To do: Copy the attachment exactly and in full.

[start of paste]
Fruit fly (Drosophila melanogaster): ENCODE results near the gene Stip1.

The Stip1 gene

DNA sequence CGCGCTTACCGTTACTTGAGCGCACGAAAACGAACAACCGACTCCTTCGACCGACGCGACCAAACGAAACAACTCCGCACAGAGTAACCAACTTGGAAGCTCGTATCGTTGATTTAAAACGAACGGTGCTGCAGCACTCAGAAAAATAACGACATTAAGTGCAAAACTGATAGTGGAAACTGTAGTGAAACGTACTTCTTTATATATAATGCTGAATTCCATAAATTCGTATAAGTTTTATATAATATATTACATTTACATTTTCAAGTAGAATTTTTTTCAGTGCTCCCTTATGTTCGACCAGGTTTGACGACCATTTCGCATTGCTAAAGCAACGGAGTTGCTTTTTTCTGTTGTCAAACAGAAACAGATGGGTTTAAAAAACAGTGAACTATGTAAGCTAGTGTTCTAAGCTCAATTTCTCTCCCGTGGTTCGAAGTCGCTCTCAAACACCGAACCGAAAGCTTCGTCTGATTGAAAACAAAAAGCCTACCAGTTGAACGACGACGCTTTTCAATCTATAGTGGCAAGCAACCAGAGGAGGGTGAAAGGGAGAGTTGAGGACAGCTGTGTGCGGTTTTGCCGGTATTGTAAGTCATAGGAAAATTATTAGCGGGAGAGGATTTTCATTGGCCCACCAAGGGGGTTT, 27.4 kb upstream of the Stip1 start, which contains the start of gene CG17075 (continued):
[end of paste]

Fruit fly (Drosophila melanogaster): ENCODE results near the gene Stip1.

The Stip1 gene

DNA sequence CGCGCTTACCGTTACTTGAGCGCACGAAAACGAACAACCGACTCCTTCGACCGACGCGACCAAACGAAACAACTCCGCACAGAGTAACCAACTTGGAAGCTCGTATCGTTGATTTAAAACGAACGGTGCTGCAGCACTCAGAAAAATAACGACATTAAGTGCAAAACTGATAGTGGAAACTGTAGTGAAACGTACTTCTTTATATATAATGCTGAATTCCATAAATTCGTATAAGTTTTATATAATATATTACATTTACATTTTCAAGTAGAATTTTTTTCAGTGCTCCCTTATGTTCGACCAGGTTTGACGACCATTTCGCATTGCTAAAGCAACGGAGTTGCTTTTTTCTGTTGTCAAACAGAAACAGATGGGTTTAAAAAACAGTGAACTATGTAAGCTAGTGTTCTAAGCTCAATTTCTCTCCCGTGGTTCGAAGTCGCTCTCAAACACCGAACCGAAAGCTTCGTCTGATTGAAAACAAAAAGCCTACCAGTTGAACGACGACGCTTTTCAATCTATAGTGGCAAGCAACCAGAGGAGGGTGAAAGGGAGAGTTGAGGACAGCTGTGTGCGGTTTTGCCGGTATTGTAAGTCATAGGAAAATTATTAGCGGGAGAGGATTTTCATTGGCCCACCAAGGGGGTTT, 27.4 kb upstream of the Stip1 start, which contains the start of gene CG17075 (continued):